When I first came across Tsukudu, I’ll admit I was a little skeptical. After all, how was a guy doing his Masters degree in Law, tucked away in Grahamstown, planning to make it big with his music? But where I saw a dead end, Tsukudu saw a path all his own. After releasing his second EP, Melodiesonic, there was no doubt that he was on a mission to succeed. Soon, he swapped his quiet Eastern Cape life for some pretty epic shows. Just months after his EP dropped, he caught the attention of the Kool Out team, playing a gig that would cement his place as a producer worth some serious attention. And rightly so – Tsukudu seems to work with a laser-like focus, constantly experimenting with new sounds, supporting other new artists, and asking for honest feedback, his dedication is unquestionable. In 2018, however, what stood out most was his ability to stay on his own musical path. In a landscape where cookie-cutter cool and compromise are the cornerstones for any chance of success, Tsukudu has taken a brave ‘build it and they will come’ approach, which is both terrifying and terribly refreshing.
When it comes to art as activism, Ellen Heydenrych comes to mind instantly. An illustrator and designer, the 23 year old took 2018 by the horns and used it to chronicle her journey and evolution as an artist and person. Often tackling close to the bone topics, such as sexual violence, period positivity and her own battles with mental health, her vulnerability and self-confessed chronic oversharing made her (and her work) a safe space for those who encountered her work. Carefully combing through messages from women sharing their stories, her ability to invoke a sense of intimacy and trust is a rare gift, in an environment where both are dismissed. Heydenrych has been working on an ambitious children’s book project, which also has an academic component, hoping to take the lessons from her illustration into the formal academic space, to make interventions around the way illustrators can start to represent sensitive issues and marginalized groups through drawing.
Cedric Nzaka is a quintessential ‘fave’ on the South African creative scene. Known widely for his unmissable street style portraits, Nzaka is regarded highly for his talent and consistently. And so when he decided to head back to his home country of Kenya, his local fans were understably upset and confused – even issuing calls on social media for his immediate return. After all, why would you move away for a year when you’re at the top of the game? For Nzaka, the lesson for 2018 was that the art form, rather than the attention was what counted. He disconnected from Johannesburg, and put his own personal and career development first – engaging new inspirations, projects and people while based in Nairobi. In the rat race of creative success in South Africa, Nzaka swapped out complacency for new creativity and upon his return his December, where he shot some of Afropunk’s best images, showed that sometimes you have to take a step back and look at the bigger picture. In focus, of course.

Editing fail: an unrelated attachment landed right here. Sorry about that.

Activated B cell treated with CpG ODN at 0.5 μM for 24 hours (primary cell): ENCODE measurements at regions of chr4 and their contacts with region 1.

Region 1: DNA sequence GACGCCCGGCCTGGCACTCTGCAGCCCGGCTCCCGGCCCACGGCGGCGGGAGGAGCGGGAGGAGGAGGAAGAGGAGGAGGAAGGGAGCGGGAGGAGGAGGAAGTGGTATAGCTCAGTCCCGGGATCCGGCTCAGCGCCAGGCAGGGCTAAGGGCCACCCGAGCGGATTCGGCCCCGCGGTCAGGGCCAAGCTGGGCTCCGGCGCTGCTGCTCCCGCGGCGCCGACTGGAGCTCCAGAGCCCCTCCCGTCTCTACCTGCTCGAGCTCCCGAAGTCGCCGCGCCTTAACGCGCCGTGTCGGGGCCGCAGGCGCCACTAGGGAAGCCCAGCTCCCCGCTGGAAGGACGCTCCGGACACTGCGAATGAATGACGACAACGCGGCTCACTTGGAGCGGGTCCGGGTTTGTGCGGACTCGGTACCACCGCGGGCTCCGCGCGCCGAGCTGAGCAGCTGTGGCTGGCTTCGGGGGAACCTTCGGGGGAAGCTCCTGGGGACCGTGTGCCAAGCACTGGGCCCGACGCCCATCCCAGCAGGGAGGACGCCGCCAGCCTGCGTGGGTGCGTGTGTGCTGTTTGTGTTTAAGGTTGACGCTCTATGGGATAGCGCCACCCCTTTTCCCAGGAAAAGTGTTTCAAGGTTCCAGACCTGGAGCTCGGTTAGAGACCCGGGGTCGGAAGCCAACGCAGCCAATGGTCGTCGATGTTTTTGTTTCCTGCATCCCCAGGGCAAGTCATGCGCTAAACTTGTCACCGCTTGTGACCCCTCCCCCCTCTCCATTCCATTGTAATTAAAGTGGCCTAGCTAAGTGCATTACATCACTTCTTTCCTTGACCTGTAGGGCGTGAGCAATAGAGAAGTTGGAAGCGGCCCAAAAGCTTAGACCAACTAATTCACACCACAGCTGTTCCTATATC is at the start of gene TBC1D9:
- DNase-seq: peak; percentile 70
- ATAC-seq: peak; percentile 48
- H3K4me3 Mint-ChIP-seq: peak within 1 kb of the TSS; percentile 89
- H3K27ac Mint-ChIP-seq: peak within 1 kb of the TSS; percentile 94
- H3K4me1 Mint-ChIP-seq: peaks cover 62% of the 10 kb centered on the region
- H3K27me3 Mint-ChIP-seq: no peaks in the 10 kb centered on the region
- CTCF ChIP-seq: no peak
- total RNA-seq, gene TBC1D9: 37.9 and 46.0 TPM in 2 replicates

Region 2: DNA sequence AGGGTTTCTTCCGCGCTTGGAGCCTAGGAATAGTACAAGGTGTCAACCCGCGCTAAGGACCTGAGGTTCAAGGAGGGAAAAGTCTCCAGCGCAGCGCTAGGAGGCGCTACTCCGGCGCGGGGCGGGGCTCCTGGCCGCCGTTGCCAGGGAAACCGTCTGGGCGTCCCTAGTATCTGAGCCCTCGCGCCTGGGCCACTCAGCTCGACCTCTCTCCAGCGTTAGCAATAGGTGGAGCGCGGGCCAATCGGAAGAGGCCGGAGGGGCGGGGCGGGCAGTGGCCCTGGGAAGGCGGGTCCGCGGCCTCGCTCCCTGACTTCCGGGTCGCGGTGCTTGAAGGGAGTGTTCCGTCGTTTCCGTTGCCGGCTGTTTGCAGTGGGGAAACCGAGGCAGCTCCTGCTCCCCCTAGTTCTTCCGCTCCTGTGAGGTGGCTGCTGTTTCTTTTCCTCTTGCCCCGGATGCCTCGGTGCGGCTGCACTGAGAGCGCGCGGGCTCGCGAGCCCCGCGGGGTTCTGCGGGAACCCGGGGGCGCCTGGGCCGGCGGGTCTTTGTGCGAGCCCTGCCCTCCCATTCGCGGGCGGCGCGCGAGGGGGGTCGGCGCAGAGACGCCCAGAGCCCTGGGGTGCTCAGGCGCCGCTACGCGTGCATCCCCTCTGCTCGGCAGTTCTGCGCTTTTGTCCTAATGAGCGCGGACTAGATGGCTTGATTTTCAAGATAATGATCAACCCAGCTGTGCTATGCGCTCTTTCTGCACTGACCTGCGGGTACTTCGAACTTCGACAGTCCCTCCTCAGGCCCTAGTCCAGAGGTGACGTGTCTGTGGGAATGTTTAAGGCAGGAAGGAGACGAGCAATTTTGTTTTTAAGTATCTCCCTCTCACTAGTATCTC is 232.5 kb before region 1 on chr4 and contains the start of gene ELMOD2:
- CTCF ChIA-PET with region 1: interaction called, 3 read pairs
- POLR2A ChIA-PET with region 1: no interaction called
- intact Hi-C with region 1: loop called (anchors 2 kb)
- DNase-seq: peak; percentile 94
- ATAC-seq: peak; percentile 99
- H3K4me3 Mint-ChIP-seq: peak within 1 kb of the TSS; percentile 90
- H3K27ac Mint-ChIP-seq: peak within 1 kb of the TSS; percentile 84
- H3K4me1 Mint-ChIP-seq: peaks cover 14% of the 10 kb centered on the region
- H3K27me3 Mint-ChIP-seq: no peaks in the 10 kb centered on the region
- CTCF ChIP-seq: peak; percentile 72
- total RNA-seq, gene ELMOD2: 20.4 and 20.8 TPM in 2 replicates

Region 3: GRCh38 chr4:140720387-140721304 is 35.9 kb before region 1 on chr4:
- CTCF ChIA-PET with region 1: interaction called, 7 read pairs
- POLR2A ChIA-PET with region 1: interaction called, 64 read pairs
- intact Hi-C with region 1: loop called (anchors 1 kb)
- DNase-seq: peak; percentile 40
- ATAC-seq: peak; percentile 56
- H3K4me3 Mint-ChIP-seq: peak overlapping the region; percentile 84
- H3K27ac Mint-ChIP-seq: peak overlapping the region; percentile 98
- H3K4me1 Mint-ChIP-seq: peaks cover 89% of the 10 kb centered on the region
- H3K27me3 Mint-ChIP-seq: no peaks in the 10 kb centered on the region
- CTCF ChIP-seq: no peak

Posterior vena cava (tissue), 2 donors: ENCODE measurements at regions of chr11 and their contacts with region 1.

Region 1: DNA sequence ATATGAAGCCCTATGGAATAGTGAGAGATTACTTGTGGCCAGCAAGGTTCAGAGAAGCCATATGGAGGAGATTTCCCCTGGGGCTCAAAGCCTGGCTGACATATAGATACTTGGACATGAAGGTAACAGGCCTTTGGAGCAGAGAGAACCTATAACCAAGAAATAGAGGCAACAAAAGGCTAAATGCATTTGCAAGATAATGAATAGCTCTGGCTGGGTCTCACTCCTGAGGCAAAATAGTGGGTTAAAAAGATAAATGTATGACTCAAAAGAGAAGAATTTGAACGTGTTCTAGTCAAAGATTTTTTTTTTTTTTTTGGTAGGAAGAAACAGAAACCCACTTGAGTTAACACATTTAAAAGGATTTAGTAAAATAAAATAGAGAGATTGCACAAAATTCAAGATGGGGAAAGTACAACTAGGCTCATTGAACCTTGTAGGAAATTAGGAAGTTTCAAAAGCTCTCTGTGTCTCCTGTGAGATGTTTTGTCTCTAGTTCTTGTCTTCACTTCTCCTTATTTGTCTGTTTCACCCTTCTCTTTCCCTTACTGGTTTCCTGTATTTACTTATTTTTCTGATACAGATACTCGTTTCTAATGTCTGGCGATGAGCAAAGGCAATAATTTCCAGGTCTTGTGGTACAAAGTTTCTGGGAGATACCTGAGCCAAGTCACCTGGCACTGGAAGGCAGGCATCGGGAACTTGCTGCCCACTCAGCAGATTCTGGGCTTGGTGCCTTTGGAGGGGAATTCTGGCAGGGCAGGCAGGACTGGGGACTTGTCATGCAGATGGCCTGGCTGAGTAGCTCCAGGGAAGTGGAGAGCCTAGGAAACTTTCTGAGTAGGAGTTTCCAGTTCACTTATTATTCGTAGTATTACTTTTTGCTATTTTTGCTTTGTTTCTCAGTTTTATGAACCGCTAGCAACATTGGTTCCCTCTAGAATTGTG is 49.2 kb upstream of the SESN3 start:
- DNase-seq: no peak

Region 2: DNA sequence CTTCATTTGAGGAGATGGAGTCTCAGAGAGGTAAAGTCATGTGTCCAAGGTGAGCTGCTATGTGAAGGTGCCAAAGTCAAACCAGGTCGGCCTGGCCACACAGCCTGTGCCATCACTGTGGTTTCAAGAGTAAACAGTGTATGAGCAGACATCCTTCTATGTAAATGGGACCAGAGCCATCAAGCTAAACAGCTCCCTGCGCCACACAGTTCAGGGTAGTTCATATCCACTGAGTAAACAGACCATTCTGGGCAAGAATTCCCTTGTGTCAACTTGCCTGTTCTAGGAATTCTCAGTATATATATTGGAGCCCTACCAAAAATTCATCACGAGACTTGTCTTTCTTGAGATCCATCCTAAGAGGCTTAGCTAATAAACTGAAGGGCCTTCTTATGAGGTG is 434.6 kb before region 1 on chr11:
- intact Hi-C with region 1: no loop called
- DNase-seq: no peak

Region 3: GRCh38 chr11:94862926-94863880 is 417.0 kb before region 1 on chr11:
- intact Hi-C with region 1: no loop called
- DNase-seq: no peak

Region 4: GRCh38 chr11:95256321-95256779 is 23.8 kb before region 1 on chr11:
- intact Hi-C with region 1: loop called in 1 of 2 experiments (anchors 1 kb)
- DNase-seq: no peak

While there is much to be said for massive spotlight as a way to garner attention in the creative industry, for DJ and events guru Akio Kawahito, the work is its own reward. Well-known on the South African events circuit, and one of the minds behind the Kool Out brand, Kawahito turned this up a notch in 2018. In partnership with his trusted circle, Kawahito was part of securing acts like SiR and Bas for sold out performances in South Africa. Deeply in touch with the South African listener, their tastes and interests, Kawahito competed effortlessly with far larger events companies and collectives and won – swapping big, flashy (and often disappointing venues) for concerts in the right places, with the right music. A savvy businessperson, with a knack for engaging openly and kindly with friends and strangers, his ear-to-the-ground approach to delivering experiences signals an evolution in the relationship between the local and international music circuits. The lesson: Sometimes the biggest impact comes from the softest voice.